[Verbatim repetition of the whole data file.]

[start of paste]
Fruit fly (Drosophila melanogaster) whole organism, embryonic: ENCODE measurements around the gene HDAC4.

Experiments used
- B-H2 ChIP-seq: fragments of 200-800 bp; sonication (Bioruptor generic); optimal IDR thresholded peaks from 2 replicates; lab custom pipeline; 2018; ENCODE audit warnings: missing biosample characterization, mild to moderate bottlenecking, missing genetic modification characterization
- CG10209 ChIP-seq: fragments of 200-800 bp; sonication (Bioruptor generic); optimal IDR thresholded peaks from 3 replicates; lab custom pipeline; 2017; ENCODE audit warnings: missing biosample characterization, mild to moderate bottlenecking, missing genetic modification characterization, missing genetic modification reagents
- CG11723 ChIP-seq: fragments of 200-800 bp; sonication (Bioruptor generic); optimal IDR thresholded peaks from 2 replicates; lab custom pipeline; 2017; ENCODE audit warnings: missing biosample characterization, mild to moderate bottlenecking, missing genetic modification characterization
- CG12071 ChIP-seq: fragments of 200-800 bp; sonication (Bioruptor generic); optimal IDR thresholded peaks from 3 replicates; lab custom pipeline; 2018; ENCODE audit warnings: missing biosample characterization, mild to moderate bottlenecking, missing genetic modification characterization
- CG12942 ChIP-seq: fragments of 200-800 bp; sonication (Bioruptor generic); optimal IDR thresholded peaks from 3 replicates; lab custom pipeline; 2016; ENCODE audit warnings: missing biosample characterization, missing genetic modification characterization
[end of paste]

Fruit fly (Drosophila melanogaster) whole organism, embryonic: ENCODE measurements around the gene HDAC4.

Experiments used
- B-H2 ChIP-seq: fragments of 200-800 bp; sonication (Bioruptor generic); optimal IDR thresholded peaks from 2 replicates; lab custom pipeline; 2018; ENCODE audit warnings: missing biosample characterization, mild to moderate bottlenecking, missing genetic modification characterization
- CG10209 ChIP-seq: fragments of 200-800 bp; sonication (Bioruptor generic); optimal IDR thresholded peaks from 3 replicates; lab custom pipeline; 2017; ENCODE audit warnings: missing biosample characterization, mild to moderate bottlenecking, missing genetic modification characterization, missing genetic modification reagents
- CG11723 ChIP-seq: fragments of 200-800 bp; sonication (Bioruptor generic); optimal IDR thresholded peaks from 2 replicates; lab custom pipeline; 2017; ENCODE audit warnings: missing biosample characterization, mild to moderate bottlenecking, missing genetic modification characterization
- CG12071 ChIP-seq: fragments of 200-800 bp; sonication (Bioruptor generic); optimal IDR thresholded peaks from 3 replicates; lab custom pipeline; 2018; ENCODE audit warnings: missing biosample characterization, mild to moderate bottlenecking, missing genetic modification characterization
- CG12942 ChIP-seq: fragments of 200-800 bp; sonication (Bioruptor generic); optimal IDR thresholded peaks from 3 replicates; lab custom pipeline; 2016; ENCODE audit warnings: missing biosample characterization, missing genetic modification characterization